This researcher did not want to be identified because “Ruser is very aggressive on social media”. His Twitter handle reads: “Picking quarrels and provoking trouble.”
Grant’s victimization in China?
In February 2020, Grant appeared as a guest on ABC’s Q&A program, recounting his ill treatment as CNN’s China journalist in the early 2000s. He said, “We were often physically assaulted while trying to get to speak to people in many parts of China.”
Last month at ABC online, he wrote, “My family was under constant surveillance, if we had a meal outside our home with friends, police would take photographs. My phone was tapped and our house was bugged. When I was away on assignment the police would come to my home, question and intimidate my children.”
However, for the greater part of his time in Beijing his Australian-born wife Tracey Holmes worked for the Chinese government—which he asserts subjected him to “constant” harassment.
Holmes was a presenter with state-owned television network CCTV and both she and Grant appeared in a documentary produced by a state-aligned media company. Much of it was filmed in their home and the interviews they gave did not suggest the couple lived in fear of intimidation.
ABC and ASPI’s united front
Earlier this month Chinese state-owned media outlet China Daily released a mini documentary highly critical of ASPI and its funding sources—including the US Government, which provided $1.37 million last year.
Former Australian Ambassador to China, Geoff Raby and Labor-aligned YouTube vlogger Jordan Shanks were interviewed. Shanks accused the ABC of actively promoting ASPI’s narrative. The ABC shot back with a news report dismissing China Daily’s allegations.
The story’s author, defence correspondent Andrew Greene included six paragraphs of rebuttal quotes from ASPI chief Peter Jennings. No space for comment was provided to Raby or Shanks.
In December last year, Greene addressed The Royal United Service Institute for Defence and Security Studies. His speech was very supportive of Australia’s security and intelligence agencies, specifically citing the work of ASPI to support his thesis, saying:
Joske has been interviewed numerous times on ABC.
The ABC reporter spoke positively about a raft of national security policies which restrict individual freedoms in Australia, saying, “We’ve got preventative detention, travel bans, metadata, secrecy over court cases and all of these have slid seamlessly off the legislative assembly line.” He added:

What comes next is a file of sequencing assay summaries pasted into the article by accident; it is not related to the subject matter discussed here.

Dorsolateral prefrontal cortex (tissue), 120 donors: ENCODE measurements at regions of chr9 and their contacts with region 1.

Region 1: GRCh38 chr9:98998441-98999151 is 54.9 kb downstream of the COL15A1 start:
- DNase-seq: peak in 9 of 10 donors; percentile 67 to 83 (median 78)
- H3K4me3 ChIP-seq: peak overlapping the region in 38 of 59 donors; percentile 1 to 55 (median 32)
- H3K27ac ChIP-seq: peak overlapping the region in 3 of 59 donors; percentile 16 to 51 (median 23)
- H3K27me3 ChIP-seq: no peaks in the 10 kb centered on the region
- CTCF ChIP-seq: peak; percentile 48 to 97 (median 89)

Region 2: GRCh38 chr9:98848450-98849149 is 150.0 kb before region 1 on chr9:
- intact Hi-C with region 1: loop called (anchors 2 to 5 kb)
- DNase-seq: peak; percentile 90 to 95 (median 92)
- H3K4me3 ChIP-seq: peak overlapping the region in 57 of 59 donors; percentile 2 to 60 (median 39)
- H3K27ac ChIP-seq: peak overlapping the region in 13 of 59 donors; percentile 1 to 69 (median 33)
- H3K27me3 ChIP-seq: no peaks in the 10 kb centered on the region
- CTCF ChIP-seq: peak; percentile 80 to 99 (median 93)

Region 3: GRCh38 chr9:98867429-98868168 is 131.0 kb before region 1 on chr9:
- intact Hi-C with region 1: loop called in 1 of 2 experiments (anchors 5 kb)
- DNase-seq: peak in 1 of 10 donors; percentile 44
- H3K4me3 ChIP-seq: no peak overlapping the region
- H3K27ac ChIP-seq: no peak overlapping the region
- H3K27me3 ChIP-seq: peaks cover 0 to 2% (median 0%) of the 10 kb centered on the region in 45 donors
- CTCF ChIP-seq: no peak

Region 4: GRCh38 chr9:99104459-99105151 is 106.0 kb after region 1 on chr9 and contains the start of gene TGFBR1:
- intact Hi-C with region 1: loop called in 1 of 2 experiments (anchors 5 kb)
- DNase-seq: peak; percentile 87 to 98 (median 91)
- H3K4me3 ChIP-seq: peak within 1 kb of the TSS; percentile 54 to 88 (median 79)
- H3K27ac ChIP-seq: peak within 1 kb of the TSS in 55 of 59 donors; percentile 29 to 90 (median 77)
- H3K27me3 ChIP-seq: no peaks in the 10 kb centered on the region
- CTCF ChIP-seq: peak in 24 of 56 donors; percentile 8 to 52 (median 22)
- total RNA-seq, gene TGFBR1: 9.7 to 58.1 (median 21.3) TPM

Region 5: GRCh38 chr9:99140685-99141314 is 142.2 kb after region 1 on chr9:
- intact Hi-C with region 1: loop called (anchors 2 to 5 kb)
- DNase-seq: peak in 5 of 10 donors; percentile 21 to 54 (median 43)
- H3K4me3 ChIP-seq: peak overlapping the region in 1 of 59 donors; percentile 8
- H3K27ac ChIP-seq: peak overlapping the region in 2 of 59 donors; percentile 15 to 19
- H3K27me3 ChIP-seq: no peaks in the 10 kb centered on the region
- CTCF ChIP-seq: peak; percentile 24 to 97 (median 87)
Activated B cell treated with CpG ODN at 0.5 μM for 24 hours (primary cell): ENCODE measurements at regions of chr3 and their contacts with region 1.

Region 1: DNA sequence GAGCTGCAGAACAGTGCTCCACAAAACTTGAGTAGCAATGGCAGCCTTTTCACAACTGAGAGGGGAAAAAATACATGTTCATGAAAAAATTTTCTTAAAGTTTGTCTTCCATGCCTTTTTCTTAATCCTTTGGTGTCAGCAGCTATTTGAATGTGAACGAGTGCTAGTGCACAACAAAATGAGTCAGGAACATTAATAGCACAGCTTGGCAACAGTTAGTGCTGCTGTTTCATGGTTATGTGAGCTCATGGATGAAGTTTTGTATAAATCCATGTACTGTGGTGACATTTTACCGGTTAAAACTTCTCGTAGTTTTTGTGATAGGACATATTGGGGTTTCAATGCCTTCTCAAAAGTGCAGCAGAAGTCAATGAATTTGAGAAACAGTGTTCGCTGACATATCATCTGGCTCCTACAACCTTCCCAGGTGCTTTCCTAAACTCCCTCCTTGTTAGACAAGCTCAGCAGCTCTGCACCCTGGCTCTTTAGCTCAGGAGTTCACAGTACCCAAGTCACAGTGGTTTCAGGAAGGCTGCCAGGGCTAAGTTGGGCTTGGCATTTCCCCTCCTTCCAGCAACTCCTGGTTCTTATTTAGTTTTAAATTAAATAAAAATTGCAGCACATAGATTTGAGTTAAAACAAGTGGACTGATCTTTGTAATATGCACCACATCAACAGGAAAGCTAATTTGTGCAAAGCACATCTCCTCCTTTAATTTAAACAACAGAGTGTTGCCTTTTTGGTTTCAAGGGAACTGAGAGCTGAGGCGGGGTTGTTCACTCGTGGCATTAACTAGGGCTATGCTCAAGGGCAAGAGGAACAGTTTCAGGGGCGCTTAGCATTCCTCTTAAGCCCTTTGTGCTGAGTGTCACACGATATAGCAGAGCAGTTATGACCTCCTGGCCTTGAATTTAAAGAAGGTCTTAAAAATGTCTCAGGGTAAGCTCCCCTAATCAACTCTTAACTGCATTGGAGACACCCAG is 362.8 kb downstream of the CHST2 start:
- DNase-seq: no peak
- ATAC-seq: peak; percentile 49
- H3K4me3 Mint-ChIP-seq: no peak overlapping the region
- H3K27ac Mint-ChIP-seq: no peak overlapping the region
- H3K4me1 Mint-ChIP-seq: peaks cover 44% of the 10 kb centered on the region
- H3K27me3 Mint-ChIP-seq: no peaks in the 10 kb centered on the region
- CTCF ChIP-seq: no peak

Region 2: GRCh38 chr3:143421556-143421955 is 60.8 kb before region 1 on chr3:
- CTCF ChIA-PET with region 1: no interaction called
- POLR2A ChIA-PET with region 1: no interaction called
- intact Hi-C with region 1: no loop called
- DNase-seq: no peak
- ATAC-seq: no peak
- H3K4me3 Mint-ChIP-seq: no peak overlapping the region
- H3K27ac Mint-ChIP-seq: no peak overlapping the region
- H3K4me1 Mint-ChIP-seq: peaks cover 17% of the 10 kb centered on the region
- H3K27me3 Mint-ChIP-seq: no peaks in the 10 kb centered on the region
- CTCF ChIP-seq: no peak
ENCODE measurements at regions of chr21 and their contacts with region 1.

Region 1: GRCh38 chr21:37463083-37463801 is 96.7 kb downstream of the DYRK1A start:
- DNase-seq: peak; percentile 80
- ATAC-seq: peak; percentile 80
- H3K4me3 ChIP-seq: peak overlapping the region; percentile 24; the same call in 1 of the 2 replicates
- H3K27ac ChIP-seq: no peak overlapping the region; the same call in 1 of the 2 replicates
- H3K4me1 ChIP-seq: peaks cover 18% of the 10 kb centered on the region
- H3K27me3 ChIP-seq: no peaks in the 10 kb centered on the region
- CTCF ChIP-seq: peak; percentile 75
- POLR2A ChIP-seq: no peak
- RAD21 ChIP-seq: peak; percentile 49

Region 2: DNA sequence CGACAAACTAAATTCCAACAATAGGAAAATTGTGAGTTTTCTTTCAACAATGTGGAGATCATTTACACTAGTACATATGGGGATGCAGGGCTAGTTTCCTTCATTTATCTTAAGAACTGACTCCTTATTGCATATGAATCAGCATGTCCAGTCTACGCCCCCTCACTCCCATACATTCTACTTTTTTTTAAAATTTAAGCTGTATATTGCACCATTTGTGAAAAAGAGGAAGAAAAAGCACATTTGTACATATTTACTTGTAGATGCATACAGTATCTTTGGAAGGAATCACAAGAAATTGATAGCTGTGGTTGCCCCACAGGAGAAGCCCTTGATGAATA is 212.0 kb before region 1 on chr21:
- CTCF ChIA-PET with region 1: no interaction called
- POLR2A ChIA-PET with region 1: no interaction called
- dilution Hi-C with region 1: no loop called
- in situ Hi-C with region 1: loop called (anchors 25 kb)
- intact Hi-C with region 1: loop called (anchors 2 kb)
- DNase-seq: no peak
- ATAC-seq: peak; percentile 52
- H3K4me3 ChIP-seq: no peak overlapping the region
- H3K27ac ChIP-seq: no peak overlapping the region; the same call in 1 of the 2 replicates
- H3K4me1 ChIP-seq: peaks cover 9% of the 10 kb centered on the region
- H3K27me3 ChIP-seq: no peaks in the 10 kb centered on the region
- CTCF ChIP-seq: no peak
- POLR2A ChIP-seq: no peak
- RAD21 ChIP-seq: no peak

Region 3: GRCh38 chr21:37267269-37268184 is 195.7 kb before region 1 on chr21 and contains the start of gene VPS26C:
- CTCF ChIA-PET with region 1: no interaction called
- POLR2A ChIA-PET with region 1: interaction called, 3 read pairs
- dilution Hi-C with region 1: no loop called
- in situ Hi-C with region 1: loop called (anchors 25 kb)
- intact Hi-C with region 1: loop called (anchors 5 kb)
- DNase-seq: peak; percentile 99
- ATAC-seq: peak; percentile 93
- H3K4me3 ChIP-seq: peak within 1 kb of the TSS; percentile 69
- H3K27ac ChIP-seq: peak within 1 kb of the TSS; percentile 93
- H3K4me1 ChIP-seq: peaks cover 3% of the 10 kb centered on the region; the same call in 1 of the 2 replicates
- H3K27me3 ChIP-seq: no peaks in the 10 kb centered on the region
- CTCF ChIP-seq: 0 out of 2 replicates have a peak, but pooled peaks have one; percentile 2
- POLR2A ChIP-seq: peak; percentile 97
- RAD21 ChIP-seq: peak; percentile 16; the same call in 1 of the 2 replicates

Greene also made disparaging comments about former Prime Minister Paul Keating, in relation to a 2019 remark when Keating suggested Australia’s spy agencies were being run by “nutters”.
At that time, Greene filed a report on Keating, he sought just one expert view—that of ASPI Executive Director Peter Jennings.
Best of British
In 2017, Greene took part in a conference for British arms manufacturer BAE Systems and his biography remains on the company’s website. He also spoke in a video presentation in which he appeared in front of a BAE Systems logo backdrop.
In February Greene filed a television news story on the progress of Australia’s new $35 billion naval frigates being built by BAE Systems. Of the first 26 images in that news report, 24 came straight out of a BAE Systems corporate video.
The BAE Systems logo appeared on screen 12 times throughout Greene’s two-minute report, it also includes a positive sound bite from the chief of BAE Systems in Australia Gabby Costigan, where she is not identified to ABC viewers.
The ABC Charter provides strict editorial guidelines on the identification of commercial organisations and products, which prohibit the naming of brands across its broadcasting.
ABC presenters are not permitted to name brands such as Coca-Cola on air, which raises the question why is an ABC defence correspondent allowed to identify the brand of a weapons maker no fewer than 12 times in one story?